> > and XSRF attacks because of the Same Origin Policy.
> > 
> > Static notebooks, served from a different domain, could be rendered
> > inside iframes, enabling us to embed them inside other webpages and
> > applications. These notebooks would still be superficially served by
> > our own servers, so the UX wouldn't be effected.
> > 
> > Using randomised URLs, or some other scheme that does not validate
> > requests by stored credentials, may allow us to serve notebooks from
> > the separate domain while keeping access to the notebooks private.
> > This may be useful when users wish to share a static notebook
> > selectively.
> > 
> > Other approaches all seem to rest on attempts to cripple JavaScript
> > execution, by either rendering the JavaScript source as text, else
> > removing it altogether. This seems like a bad idea as many static
> > notebooks, particularly in the long run, will need to be able to use
> > JavaScript to work properly. Will we refuse to render a user's graph
> > or widget in a static notebook because it uses JavaScript? This is a
> > never-ending spiral.
> > 
> > I think we need to build on browser security, and therefore trust it,
> > rather than build a heap of nasty hacks, which may be circumvented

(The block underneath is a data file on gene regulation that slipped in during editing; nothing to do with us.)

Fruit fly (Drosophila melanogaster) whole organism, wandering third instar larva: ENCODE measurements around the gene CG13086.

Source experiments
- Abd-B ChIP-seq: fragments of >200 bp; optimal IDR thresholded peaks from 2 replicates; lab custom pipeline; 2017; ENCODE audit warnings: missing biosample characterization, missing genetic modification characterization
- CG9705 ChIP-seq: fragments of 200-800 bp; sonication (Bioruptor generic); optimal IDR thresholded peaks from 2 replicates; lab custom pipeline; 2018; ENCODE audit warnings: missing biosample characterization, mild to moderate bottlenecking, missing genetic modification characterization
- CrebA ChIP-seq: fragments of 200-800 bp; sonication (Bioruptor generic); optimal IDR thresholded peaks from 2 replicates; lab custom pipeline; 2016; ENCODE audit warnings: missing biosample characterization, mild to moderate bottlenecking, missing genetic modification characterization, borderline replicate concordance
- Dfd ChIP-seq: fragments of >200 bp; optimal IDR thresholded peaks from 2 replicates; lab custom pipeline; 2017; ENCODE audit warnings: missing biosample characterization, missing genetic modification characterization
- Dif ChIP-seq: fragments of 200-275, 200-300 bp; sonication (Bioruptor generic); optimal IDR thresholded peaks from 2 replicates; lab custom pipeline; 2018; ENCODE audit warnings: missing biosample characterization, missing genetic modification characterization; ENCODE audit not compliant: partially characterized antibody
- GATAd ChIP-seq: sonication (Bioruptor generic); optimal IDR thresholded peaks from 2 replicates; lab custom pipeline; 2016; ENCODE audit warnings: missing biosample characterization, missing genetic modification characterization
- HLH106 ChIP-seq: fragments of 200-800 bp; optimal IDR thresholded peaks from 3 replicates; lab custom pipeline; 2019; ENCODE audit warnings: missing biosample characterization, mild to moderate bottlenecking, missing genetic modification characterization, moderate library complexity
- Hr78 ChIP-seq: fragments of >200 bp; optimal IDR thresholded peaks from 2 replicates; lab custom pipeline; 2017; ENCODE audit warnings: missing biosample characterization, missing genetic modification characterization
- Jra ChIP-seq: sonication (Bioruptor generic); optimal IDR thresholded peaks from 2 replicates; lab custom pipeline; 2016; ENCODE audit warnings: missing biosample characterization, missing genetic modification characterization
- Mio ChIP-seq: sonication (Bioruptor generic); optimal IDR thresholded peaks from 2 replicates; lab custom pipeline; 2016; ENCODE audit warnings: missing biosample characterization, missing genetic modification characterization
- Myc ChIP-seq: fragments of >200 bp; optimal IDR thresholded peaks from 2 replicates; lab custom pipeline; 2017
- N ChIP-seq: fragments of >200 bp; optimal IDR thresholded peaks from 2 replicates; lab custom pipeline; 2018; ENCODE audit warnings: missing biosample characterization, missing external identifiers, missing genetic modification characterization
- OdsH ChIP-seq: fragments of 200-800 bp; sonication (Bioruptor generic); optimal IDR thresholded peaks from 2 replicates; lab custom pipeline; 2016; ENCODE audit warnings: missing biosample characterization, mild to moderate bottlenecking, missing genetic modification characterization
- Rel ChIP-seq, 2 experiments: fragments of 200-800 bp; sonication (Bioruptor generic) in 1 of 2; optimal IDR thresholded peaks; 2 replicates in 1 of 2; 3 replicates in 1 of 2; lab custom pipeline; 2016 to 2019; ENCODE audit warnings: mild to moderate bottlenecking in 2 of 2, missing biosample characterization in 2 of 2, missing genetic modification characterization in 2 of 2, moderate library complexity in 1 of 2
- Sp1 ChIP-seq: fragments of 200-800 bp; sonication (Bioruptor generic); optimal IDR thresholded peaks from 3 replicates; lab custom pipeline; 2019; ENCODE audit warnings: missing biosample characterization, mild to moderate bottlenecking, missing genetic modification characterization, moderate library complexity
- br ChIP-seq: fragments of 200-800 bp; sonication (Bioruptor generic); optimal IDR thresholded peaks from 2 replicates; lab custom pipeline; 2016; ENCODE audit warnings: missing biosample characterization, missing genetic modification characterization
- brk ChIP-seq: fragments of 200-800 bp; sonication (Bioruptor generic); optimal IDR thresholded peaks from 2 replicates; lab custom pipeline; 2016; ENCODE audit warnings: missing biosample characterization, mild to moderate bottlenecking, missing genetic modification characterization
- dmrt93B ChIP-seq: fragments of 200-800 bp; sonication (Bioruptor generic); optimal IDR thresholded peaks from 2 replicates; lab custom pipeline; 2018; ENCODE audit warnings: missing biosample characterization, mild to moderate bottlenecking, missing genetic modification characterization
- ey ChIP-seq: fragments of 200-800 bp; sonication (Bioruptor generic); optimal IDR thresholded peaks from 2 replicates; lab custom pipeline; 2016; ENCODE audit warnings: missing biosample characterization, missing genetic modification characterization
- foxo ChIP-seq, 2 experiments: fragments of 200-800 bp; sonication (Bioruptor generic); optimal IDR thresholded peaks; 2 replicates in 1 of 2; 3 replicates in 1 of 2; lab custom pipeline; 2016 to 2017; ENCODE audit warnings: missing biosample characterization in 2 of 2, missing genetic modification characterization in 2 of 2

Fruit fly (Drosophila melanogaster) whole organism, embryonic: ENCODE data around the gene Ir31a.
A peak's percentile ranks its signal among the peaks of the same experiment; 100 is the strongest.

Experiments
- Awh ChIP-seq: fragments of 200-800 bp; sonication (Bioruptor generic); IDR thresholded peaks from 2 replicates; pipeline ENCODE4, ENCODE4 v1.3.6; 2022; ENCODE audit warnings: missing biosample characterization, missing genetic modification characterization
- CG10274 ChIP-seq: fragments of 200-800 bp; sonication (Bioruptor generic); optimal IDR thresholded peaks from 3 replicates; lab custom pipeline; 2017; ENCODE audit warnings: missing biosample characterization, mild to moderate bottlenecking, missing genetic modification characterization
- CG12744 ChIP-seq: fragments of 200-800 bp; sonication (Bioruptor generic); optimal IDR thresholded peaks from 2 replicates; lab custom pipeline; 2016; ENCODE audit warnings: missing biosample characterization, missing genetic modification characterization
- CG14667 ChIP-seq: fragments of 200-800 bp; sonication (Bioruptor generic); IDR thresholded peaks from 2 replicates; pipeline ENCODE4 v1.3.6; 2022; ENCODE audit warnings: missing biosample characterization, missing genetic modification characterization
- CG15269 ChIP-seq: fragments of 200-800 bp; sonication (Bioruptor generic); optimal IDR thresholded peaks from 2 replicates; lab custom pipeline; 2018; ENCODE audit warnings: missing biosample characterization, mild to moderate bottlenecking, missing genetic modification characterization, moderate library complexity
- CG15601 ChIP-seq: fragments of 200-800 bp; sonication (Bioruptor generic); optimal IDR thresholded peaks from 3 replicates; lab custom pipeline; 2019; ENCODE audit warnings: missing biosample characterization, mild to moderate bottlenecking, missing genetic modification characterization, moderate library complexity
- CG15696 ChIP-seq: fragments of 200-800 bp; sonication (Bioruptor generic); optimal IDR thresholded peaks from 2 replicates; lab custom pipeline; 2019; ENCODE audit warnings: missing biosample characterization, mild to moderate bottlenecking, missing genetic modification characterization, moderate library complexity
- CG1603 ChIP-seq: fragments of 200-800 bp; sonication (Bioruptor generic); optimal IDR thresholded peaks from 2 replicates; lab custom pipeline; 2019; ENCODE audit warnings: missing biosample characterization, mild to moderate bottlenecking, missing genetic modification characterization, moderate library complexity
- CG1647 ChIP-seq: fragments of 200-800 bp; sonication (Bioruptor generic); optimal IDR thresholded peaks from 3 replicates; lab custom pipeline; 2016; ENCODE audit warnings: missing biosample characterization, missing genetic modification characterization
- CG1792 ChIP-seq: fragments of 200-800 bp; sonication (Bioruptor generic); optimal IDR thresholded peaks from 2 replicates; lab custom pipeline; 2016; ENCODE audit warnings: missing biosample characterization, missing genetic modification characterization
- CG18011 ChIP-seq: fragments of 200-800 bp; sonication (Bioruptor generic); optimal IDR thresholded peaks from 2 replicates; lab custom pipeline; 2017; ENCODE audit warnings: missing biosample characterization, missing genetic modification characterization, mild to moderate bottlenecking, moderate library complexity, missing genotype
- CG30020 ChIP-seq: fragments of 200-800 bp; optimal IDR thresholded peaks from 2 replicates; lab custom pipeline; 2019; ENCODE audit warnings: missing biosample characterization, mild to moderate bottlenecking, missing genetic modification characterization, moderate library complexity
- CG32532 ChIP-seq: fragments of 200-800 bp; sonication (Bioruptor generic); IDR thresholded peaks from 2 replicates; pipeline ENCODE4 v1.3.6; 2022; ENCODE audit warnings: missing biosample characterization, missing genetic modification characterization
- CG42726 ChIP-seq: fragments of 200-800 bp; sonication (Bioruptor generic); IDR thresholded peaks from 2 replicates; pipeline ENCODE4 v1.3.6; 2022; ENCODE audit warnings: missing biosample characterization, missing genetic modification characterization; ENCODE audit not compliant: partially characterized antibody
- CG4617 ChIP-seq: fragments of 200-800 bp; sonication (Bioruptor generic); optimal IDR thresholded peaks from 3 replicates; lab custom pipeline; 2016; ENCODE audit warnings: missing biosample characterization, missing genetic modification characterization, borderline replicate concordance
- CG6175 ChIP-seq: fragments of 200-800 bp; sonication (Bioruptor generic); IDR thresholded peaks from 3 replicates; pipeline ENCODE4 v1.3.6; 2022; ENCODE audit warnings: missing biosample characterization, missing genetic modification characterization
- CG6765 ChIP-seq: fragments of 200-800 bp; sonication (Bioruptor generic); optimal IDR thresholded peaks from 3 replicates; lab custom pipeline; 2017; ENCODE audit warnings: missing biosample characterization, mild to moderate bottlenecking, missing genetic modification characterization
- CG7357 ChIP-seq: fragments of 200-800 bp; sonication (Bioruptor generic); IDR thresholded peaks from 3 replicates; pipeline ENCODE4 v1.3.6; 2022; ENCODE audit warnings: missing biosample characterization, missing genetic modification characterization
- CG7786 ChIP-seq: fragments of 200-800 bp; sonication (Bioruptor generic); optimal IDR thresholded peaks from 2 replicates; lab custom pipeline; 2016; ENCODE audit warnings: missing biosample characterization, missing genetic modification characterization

> > anyway.
> > 
> > Just taking it back to basics for a moment: If Malory signs up for a
> > dating site, she might decide to put some dodgy JS inside some script
> > tags, and submit that as part of her profile. If the site doesn't
> > sanitise that HTML, we all know how it plays out; any poor chap that
> > thinks she's a hotty gets pwned. Sanitising her input is textbook.
> > 
> > Static notebooks are a totally different scenario. User's will want to
> > include JS and have it work when publishing a static notebook. This is
> > a feature of the Notebook. Furthermore, there's a number of ways to
> > get JS into a static notebook, some more subtle than others, while a
> > dating site is only dealing with text from an input field.
> > 
> > I don't have much to say about kernelled notebooks right now, but on
> > statics, I'd like to ask: If we serve a static notebook from a domain
> > which has zero features beyond hosting static notebooks, would those
> > notebooks be able to do anything to a user that a regular webpage
> > couldn't? I'm not a security guy, so I really don't know, but it seems
> > that we'd be totally free to let users publish whatever they liked,
> > with no more restrictions than browsers impose already.
> > 
> > I just don't want to see hours of work ploughed into crippling a super
> > powerful feature, if we could just an use extra domain with a simple
> > API instead.
> > 
> > Carl
> > _______________________________________________
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> -- 
> Brian E. Granger
> Cal Poly State University, San Luis Obispo
> bgranger at calpoly.edu (mailto:bgranger at calpoly.edu) and ellisonbg at gmail.com (mailto:ellisonbg at gmail.com)